Ryan: Well it got harder than that, too. So, the time frames were kind of weird, but the questions were all over the places. Some of them were, “describe yourself,” and they’d have these real extremes in answers, like, “how do you view the stock market?” This is one of them that stuck out. One of them was like, “it’s a casino,” the other one was, “I like to play it,” and the other answer was, “I don’t know but I’m in it,” and that was supposed to tell me about–

Reese: So, depending on the one that you pick– any one of those three would make you look like an idiot if you picked it. Like, all of those are dumb answers, so no one’s going to be like, “yeah! The stock market is a casino!”

Ryan: Or, “if you got an unexpected inheritance, would you put it in a CD, a hot tech IPO, or a single blue chip stock?”

Reese: All stupid things that no one would pick! Like, I don’t know! I don’t even know what blue chip means half of the time.

Ryan: So my results came out in balanced to moderate, that was my range, and every website and every quiz has a different answer on what you are. So you’re either this work they make up, could be balanced, could be moderate– I was anywhere from 60% stocks to 80% stocks allocations– let’s see, some gave ranged of expected returns, like, “you’re balanced to moderate, so you should expect anywhere from a 6%-14% return in your portfolios! (laughs) it was really hard. So, then another really confusing thing that you were saying, some of them gave specific, like, “here’s how much stock allocation you should have,” and then some of them said, “click on the advanced tab,” and the advanced tab would then break down how much should be domestic, how much should be international– in the most aggressive, advanced results, the highest allocation to international equities was like 12% (laughs) even though–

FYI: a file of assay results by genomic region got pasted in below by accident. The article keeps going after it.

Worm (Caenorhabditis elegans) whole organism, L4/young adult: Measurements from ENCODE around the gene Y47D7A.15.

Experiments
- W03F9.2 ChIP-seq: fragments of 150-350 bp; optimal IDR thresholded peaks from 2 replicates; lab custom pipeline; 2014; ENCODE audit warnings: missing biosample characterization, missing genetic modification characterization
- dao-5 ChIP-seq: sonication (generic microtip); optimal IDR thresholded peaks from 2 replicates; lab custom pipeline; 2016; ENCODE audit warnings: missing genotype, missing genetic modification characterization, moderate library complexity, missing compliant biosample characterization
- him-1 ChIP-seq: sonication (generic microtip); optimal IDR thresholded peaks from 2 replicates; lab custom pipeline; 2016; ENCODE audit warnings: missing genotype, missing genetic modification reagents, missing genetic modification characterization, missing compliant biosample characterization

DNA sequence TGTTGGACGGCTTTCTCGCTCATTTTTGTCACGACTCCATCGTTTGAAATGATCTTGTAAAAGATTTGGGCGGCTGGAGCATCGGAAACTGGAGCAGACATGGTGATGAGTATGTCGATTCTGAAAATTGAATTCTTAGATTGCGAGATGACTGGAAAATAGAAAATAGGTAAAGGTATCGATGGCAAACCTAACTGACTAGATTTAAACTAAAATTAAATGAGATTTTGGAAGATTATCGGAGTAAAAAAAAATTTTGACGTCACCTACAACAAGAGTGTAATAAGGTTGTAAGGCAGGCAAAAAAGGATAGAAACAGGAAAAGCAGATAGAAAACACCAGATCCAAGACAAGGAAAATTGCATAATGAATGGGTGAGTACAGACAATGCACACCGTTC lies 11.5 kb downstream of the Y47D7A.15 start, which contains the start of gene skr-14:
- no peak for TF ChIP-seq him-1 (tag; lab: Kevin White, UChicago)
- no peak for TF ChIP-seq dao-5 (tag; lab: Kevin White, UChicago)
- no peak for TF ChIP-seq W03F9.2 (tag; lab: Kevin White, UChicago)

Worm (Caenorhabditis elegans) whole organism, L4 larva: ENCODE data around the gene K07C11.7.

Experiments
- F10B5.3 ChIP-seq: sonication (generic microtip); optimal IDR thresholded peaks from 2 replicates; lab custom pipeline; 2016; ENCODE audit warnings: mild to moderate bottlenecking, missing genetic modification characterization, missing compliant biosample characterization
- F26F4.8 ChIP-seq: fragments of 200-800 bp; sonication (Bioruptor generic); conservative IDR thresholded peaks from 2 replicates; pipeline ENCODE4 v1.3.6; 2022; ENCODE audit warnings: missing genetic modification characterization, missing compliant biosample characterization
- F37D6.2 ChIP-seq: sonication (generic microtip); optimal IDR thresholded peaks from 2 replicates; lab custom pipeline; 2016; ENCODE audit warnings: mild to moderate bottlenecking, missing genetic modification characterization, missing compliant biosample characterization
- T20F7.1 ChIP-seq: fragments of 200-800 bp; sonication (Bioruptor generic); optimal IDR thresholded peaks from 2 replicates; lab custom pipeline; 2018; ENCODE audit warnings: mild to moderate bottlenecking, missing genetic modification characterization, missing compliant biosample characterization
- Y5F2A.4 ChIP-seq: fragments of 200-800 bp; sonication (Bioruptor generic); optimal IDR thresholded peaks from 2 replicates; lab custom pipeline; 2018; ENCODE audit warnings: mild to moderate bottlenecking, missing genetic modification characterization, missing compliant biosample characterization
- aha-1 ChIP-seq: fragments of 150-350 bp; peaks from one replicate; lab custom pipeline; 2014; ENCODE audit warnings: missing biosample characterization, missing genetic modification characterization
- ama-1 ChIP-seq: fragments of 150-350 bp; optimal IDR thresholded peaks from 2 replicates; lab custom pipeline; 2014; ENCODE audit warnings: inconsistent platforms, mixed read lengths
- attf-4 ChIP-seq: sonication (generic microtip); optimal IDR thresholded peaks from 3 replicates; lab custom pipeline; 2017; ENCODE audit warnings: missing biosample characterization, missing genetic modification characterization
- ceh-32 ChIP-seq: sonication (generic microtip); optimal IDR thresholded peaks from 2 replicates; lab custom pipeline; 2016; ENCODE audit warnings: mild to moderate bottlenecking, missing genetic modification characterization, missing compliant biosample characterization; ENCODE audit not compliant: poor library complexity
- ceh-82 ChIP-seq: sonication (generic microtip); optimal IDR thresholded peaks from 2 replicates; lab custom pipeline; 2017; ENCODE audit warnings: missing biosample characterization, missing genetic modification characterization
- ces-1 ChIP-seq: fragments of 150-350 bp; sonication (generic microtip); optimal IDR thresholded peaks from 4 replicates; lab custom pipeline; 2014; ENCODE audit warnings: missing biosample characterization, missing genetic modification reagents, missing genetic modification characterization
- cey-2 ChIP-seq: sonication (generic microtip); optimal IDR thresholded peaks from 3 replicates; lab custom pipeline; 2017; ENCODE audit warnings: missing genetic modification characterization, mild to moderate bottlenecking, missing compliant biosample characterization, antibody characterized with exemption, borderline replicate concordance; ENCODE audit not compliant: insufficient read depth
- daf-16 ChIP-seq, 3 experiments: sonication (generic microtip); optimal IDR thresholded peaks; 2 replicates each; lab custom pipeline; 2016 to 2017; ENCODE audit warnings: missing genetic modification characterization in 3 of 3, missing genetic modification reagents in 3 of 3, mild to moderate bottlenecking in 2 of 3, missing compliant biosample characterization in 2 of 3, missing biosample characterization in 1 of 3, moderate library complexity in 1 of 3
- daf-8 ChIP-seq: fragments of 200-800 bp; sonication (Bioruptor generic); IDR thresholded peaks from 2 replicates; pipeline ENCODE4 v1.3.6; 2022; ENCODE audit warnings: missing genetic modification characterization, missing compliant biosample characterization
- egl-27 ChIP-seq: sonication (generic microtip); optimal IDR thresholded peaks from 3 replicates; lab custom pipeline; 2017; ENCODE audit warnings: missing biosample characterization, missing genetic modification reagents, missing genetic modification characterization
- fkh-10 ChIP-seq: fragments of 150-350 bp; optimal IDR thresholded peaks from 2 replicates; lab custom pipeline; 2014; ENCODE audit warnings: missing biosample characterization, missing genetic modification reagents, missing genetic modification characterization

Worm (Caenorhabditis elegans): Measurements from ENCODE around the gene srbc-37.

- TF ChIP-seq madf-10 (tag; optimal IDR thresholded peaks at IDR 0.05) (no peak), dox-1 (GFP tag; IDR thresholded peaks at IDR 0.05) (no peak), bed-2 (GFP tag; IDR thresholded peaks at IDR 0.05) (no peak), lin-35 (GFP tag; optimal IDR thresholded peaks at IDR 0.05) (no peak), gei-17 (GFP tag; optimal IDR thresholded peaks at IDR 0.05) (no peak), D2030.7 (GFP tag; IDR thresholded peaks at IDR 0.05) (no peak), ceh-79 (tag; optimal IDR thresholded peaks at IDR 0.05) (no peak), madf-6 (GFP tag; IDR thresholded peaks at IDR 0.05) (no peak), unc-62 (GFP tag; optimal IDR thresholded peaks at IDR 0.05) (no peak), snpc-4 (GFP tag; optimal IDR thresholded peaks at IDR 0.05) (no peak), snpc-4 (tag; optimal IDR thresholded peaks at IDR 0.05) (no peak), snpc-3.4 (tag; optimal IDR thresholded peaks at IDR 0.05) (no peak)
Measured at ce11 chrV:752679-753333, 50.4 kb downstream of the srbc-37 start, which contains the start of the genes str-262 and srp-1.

Reese: So it’s like a third of the market cap. A third of what the world actually is.

Ryan: Half of the world’s market cap is outside of the United States.

Reese: And you’re just like, “no, we’re not putting our money in that.”

Ryan: My most aggressive recommendations, if the website got that much detail, was 12%, which it rarely did. I found two quotes– one of them was from Betterment, actually, and this was really good information: and they said, “these questionnaires measure what kind of risk taker you think you are, not what kind you need to be in order to achieve your goals.” I thought that was really interesting. We’re kind of doing this self-assessment on, like, “I think I’m a–” and most people think they are riskier than they really are, and it’s not usually in relation to their goals. And then another website said that the rational Dr. Jekyll fills out the questionnaire, but the emotional Mr. Hyde controls the investing. So, my first thought that I was to talk about today is how people define risk in their investment portfolios, you know? I think it’s a huge misconception. So, that is the first thing I would ask you: how do you think investors define risk? When you say “risk in your portfolio,” what do you think is going through people’s heads?